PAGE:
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DPChallenge Forums >> Hardware and Software >> Filters for my lenses
Showing posts 1 - 4 of 4, (reverse)
02/28/2008 03:15:04 PM · #1
I am finding the topic of filters to be a little overwhelming and am hoping someone can give me some advice.

I always buy a UV filter for my lens for protection since there's a decent chance that the dog will stick his nose on it, etc. I guess I should have thought of this earlier, but the last time I bought a lens the camera store guy mentioned that the UV lens I intended to buy wasn't that great and would effectively turn my nice lens into a crappier one. So: (1.) How do I pick a basic UV/protection filter that isn't as expensive as the lens but won't drastically affect the quality of my shots. Any brand recommendations?

On a related note, I'm going to Dubai next month. I anticipate that there will be quite a bit of glare when we go out into the desert and I'd like to get a filter to cut the glare. I assume that the best choice is a circular polarizing filter, but that's about all I know. I've never used any filter except a UV one. So: (2.) advice on a couple of filters that might come in handy on this trip and generally?
02/28/2008 03:24:49 PM · #2
Unless you are very rough and tumble with your lenses, there is really no need to use a UV filter simply to protect the front element. Lenses are pretty durable glass with good protective coatings. In the worst case scenario, a small scratch is not going to affect the optical quality at all. Use a lens hood, not a filter. Protects against stray light and gives the lens something of a bumper so the hood hits the wall, not your glass.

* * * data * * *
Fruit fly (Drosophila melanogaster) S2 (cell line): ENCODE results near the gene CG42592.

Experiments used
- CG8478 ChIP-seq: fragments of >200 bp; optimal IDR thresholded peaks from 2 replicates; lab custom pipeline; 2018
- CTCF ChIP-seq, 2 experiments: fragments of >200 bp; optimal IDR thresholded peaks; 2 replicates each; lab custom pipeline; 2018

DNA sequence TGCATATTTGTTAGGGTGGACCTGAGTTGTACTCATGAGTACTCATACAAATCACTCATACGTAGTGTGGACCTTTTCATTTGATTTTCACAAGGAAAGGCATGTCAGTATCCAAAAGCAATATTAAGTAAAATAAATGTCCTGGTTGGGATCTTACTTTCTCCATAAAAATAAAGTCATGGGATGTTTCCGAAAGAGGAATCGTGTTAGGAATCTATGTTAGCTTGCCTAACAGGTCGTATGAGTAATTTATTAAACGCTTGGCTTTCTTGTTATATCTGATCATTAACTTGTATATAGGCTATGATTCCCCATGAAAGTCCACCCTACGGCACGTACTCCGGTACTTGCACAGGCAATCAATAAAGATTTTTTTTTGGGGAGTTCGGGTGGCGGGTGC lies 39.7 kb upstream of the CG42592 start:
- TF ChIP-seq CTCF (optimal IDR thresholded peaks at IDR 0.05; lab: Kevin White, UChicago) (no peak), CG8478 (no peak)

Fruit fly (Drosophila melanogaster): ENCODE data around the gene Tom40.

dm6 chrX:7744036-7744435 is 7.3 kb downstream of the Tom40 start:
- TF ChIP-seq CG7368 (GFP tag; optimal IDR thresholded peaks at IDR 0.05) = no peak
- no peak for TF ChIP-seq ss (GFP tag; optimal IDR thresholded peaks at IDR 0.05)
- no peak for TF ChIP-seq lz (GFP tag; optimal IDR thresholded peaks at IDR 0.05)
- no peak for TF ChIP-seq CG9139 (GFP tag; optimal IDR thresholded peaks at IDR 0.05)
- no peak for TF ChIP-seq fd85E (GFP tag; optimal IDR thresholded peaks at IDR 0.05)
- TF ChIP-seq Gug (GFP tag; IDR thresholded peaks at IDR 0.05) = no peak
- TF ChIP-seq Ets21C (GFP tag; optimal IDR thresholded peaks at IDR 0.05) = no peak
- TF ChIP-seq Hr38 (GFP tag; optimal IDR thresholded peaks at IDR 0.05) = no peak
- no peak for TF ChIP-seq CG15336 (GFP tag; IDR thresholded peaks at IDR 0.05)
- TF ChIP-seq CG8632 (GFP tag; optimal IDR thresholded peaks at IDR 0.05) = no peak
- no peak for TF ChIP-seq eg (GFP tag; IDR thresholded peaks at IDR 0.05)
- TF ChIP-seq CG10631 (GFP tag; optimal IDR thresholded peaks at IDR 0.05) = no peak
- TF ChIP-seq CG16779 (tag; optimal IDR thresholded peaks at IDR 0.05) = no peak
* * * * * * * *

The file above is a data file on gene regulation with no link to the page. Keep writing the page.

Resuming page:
02/28/2008 03:39:50 PM · #3
I would use a protective UV filter on an expensive lens (and have for years on all lenses I own). The German-made B + W as well as Heliopan are the best (and also most expensive) filters you can buy. I don't use anything else. Others slap on anything they can find for a few bucks. It's quite painstaking and difficult to prove the difference. My contention is that you may not notice a difference with some shots, whereas you will with others, when good contrast and flare-resistance make the picture.

I would invest, as you are already considering, in both a decent circular polarizer and a UV filter made by either of the above manufacturers, if you a) can afford it and b) you value both your glass and the quality of your shots to the point of justifying the investment.
02/28/2008 04:09:25 PM · #4
I too went the B W route and have no regrets.

To save money I buy 77mm filters and then use stepdown rings for my smaller lenses. Much nicer to spend $20 or less on a stepdown mount than $150 for a duplicate filter.
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